Ingredient Spotlight: Wild Radish Pods

published Jul 18, 2011
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(Image credit: Apartment Therapy)

We are constantly amazed and delighted by the textures and flavors found in wild foods. During a recent foraging class, we made one of our favorite foraging discoveries yet: wild radish seed pods! Wild radish grows throughout much of the US and summer is the season to gather these crunchy, peppery delicacies.

(Image credit: Apartment Therapy)

At our class with Pascal of Urban Outdoor Skills, we learned that the entire wild radish (Raphanus raphanistrum) plant is edible, from the veined purple, white, or yellow flowers to the leaves and roots. But the best parts, in our opinion, are the seed pods, which grow like little green spires marching up the stems.

Wild radish pods are crisp and peppery, much like the root of a true radish, and can be eaten raw or cooked. Young, tender pods are the most delicious and can be easily harvested by running your hand up the stalk to release a handful of pods. As the seed pods mature, they become segmented and tough until eventually they’re hard and bristly. The best way to learn is to sample different pods to discover your personal preference and the particular bite and texture of a specific plant’s pods.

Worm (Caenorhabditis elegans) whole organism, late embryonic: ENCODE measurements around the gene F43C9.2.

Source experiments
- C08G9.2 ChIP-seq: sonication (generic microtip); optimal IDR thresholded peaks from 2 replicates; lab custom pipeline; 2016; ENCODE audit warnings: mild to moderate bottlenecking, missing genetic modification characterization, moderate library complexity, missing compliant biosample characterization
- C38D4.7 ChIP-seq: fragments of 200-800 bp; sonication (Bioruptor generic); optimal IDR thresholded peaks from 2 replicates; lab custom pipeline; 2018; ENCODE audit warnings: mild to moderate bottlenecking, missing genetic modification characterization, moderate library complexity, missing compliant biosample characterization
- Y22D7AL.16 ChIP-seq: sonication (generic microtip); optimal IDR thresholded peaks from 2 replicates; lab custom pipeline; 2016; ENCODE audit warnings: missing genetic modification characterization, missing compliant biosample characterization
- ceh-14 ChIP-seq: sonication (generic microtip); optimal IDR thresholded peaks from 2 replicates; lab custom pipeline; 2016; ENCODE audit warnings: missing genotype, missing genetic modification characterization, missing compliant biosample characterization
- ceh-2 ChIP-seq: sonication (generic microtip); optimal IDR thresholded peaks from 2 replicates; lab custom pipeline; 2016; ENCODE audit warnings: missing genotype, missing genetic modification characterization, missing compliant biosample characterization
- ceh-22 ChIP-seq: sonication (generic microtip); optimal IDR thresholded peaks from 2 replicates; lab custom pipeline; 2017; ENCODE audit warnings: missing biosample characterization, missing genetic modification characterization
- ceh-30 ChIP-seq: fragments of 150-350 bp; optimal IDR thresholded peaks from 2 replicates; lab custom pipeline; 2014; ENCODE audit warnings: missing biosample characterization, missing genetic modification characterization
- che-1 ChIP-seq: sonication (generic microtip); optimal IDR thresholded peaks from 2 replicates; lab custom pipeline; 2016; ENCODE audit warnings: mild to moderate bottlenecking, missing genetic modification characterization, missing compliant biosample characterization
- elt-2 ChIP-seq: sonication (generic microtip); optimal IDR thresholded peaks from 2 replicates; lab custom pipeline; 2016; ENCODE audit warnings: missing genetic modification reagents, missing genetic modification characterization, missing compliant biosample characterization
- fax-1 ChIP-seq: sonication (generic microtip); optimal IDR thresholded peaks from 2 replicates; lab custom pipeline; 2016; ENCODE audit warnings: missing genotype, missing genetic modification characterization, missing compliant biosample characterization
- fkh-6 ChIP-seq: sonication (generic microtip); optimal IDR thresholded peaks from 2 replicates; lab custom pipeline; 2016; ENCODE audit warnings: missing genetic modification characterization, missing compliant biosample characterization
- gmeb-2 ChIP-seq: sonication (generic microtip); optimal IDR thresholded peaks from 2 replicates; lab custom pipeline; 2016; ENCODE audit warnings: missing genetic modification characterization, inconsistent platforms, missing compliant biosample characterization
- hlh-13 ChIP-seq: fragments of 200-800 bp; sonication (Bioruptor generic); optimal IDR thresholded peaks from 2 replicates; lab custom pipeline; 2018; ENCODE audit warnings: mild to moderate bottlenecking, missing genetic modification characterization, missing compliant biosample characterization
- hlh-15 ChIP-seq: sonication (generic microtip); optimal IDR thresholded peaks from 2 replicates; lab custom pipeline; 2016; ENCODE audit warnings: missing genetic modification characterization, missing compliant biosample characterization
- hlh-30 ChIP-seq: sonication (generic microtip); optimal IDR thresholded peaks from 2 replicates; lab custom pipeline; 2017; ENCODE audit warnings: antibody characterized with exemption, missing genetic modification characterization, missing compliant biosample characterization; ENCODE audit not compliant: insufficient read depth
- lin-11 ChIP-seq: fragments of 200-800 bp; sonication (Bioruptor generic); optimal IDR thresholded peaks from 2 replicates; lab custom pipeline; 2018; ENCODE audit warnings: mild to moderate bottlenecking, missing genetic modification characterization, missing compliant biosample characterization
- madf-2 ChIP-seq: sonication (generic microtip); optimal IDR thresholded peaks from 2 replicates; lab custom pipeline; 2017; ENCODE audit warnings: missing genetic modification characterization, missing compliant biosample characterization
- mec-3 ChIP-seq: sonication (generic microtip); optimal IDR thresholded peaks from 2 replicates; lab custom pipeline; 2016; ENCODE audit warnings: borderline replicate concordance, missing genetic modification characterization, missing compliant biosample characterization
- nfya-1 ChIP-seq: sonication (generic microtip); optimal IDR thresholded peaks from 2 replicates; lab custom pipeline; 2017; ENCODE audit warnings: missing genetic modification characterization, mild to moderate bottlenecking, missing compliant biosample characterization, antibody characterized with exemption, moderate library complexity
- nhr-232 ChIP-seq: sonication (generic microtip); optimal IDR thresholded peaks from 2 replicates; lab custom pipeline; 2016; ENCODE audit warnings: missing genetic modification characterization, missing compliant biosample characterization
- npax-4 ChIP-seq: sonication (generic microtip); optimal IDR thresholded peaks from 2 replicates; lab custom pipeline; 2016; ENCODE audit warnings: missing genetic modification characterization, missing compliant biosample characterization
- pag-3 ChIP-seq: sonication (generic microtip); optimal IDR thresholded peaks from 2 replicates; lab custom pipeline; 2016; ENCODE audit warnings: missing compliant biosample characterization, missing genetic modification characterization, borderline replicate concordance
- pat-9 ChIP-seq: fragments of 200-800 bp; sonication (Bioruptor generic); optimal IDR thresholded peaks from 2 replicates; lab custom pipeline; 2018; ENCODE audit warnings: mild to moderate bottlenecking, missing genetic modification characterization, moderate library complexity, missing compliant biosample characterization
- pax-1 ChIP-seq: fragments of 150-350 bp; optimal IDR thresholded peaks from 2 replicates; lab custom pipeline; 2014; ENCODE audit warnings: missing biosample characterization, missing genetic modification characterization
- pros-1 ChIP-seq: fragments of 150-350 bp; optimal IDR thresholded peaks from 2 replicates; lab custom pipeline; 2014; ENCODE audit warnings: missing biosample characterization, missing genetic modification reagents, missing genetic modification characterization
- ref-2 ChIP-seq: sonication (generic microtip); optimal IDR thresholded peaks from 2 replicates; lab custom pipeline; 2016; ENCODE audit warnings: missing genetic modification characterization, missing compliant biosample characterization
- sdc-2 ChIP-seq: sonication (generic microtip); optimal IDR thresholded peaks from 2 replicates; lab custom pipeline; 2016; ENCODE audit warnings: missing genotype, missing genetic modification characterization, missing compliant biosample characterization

So far this summer we have eaten the pods raw in a salad with the flowers and quickly pickled in vinegar. Pascal, our foraging guide, marinates them in Thai fish sauce and chile powder. Our next plan is to make a sort of kimchi with the radish pods, garlic, and gochugaru. Or perhaps we’ll try wild radish toast!

Have you ever foraged wild radish pods (or other parts of the plant)? We’d love to hear how you prepared them.

Learn more:
Urban Outdoor Skills
Raphanus raphanistrum L. (USDA Plants Profile)
Episode 111: Wild Radish (Eat The Weeds)
Wild Radish Seed Pods with Little Gems (ForageSF)

(Images: Emily Ho)